Displaying items by tag: Apple
In what comes as an almost apocalyptic announcement for Apple investors, President Trump indicated yesterday that he may impose a tariff directly on iPhones. When asked about whether he would do so, Trump said “Maybe. Maybe. Depends on what the rate is … I mean, I can make it 10%, and people could stand that very easily”. One analyst summarized the development this way, saying “The Street will not be taking this news lightly as with the litany of bad news Apple (and its investors) have seen over the last month … this tariff threat on iPhones out of left field from Trump and Beltway will surely add to this white-knuckle period for Apple”.
FINSUM: We don’t think this will happen. If Trump tried to raise iPhone prices 10% he would likely have a popular revolt (from both sides of the aisle) on his hands. He certainly doesn’t want that.
Apple’s CEO Tim Cook went on the record yesterday telling the market that he feels pending regulation of the tech sector is inevitable. Cook has been a recently strong critic of the data abuses exhibited in the sector. He argued that the free market is not doing its job to protect privacy and that governmental action is necessary. In cook’s own words, “Generally speaking, I am not a big fan of regulation … I’m a big believer in the free market. But we have to admit when the free market is not working. And it hasn’t worked here. I think it’s inevitable that there will be some level of regulation . . . I think Congress and the administration at some point will pass something.
FINSUM: We have to agree with Cook about the likelihood of regulation here. The financial incentives for companies are not aligned with protecting privacy, so the government would likely need to step in to make that happen.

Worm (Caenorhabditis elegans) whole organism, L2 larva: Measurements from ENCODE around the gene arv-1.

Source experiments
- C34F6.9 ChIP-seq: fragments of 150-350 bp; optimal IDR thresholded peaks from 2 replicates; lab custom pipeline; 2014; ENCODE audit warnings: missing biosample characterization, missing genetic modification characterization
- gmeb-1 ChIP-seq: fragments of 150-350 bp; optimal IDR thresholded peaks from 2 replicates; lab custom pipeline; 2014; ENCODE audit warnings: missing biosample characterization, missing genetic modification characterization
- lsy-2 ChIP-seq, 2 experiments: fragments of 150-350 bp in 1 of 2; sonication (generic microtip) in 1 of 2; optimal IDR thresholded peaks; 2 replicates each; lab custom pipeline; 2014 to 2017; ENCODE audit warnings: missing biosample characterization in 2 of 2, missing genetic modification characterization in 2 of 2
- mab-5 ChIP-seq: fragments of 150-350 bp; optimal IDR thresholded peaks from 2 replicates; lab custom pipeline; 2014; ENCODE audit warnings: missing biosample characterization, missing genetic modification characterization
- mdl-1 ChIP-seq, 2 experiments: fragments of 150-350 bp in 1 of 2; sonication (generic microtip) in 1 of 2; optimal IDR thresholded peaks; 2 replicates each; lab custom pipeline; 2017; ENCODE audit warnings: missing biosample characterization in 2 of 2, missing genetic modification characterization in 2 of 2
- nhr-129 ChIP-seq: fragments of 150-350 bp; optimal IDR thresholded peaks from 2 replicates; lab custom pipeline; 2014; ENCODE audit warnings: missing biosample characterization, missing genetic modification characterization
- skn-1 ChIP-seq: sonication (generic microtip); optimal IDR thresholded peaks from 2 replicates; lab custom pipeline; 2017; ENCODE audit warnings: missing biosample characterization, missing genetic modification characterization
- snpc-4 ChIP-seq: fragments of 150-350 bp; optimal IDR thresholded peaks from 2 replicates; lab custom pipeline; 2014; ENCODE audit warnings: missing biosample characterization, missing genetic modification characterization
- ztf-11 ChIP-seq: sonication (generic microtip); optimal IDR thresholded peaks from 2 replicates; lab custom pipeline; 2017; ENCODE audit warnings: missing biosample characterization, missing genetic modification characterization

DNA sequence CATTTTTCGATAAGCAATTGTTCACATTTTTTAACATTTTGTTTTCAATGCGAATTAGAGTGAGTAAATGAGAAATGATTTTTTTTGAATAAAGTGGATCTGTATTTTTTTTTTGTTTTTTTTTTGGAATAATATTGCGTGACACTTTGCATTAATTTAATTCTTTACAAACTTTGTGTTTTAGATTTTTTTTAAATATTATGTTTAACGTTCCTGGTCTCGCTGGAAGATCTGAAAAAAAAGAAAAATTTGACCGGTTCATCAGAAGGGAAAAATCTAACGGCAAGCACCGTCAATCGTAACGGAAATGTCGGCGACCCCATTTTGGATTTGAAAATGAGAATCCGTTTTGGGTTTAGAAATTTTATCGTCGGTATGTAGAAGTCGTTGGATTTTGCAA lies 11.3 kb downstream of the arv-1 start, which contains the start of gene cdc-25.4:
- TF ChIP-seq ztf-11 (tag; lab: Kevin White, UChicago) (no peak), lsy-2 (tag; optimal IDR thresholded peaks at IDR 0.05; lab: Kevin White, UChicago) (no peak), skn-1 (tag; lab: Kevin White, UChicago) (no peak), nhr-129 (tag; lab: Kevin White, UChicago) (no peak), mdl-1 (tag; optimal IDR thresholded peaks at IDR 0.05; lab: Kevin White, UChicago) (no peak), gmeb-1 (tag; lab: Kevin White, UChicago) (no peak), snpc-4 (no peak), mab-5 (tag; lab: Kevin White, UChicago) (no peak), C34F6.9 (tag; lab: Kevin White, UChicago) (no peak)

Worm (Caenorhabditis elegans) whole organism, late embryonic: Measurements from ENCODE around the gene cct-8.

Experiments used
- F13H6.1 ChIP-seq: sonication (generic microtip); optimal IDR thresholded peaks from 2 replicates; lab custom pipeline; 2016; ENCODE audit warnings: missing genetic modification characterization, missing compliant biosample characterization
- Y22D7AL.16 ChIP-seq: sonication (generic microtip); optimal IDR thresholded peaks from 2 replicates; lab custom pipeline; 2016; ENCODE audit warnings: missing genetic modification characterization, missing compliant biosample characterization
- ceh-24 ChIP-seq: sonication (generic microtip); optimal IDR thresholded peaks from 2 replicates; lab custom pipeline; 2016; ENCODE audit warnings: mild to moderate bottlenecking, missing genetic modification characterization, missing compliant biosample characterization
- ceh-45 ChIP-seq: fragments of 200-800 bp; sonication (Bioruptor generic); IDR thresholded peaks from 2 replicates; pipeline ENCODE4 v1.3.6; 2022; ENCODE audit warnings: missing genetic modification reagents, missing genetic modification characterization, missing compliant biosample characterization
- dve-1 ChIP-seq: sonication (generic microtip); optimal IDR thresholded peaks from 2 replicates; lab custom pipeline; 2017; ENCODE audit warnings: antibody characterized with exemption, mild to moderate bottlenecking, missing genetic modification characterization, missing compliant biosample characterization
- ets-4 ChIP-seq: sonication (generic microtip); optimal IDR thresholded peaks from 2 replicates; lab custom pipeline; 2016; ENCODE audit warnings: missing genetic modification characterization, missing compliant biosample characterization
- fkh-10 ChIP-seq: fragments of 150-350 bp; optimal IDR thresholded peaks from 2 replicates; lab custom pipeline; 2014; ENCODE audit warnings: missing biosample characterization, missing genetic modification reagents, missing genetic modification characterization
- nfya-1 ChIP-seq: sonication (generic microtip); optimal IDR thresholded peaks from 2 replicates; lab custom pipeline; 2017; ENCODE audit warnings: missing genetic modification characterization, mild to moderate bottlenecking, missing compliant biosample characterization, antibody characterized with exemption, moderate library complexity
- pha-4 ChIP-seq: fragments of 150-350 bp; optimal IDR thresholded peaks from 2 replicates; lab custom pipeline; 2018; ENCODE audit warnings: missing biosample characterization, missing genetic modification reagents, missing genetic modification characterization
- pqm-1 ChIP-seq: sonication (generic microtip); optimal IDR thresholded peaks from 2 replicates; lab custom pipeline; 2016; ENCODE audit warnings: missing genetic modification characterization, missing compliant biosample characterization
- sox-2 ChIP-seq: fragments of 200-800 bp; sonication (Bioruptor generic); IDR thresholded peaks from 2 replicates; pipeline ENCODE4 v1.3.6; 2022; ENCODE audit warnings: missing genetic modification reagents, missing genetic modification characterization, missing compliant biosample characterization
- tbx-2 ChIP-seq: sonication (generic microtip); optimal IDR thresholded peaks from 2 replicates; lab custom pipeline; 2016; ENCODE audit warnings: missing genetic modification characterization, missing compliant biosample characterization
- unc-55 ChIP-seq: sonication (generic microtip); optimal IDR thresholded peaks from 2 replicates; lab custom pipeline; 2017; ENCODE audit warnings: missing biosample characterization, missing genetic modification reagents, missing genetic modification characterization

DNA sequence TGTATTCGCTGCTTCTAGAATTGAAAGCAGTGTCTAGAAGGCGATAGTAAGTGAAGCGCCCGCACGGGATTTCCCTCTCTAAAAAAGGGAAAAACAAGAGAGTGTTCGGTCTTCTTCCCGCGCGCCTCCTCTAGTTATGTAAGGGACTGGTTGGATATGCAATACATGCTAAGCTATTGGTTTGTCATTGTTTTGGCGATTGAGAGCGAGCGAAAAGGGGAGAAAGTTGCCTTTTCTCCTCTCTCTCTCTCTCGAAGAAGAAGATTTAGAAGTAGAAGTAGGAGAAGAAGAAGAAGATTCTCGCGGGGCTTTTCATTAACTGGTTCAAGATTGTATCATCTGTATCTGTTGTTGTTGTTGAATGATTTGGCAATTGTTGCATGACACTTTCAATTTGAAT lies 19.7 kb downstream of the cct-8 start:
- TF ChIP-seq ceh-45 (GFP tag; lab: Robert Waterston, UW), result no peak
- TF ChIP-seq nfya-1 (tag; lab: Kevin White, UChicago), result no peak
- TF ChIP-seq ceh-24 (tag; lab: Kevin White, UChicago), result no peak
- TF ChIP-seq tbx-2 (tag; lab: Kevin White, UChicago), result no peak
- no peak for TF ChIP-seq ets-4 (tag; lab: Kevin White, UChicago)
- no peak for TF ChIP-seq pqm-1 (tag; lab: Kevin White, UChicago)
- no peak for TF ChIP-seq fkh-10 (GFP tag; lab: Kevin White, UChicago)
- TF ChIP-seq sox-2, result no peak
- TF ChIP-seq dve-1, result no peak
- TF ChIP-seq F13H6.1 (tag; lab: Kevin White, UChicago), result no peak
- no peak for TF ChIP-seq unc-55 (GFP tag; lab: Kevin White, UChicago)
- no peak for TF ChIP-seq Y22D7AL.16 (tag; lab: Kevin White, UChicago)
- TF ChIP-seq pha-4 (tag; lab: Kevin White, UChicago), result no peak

We have covered a lot of bear market indicators this year. Every investor is understandably wondering when the next bear might bite. So how about this for an indicator—Apple just entered a bear market. Now we know that Apple’s decline seems to be quite particular to its own situation—especially the fear over iPhone sales that were cemented by the company’s announcement that it will stop reporting such figures—but what if it is a leading indicator for the whole market? Apple is not alone among big companies either—over 40% of the S&P 500 was in its own bear market at the October low in equities.
FINSUM: We do not think Apple’s bear market in its self signifies much about the underlying market. Apple’s trouble really stems from one issue—one of the most successful products in history is finally starting to see slower growth as the result of its own spectacular success. We do not think that is a bear market indicator.
The market fell in a big way yesterday. The root cause? Apple. Apple has cut its iPhone sales guidance, and it now seems a recession is coming to the whole Apple universe. The numerous companies that make their living supplying Apple seem set for a severe correction and are paring their estimates back sharply. Investors didn’t seem ready for this slowdown in the iPhone, perhaps misguided by the hype that has recently surrounded new models. The fact is that the iPhone is now a mature product, and maintaining the kind of growth it once had is likely untenable, a fact that even Wall Street analysts are starting to admit.
FINSUM: Apple’s business is changing and it seems to be doing a good job managing that transition, though everyone hopes it will have a new dynamite product. That said, a general recession surrounding the iPhone universe seems likely.
Apple’s stock got hit in a big way last week as the company announced it would no longer announce unit sales of iPhones. The announcement was taken as a sign of weakening iPhone demand. An analyst summed it up this way, saying “Apple Reduces Disclosure; Typically Not a Good Sign”. The stock has fallen 10% since the announcement. The more positive view is that Apple wants investors to focus more on its earnings than on its unit sales, as earnings are ultimately what will drive the shares forward.
FINSUM: Apple’s shares often fall on earnings (8 out of the last 15 times), so the company has little to lose by eliminating unit sales. We think this is a smart move, especially as the iPhone transitions to being a highly saturated and mature product.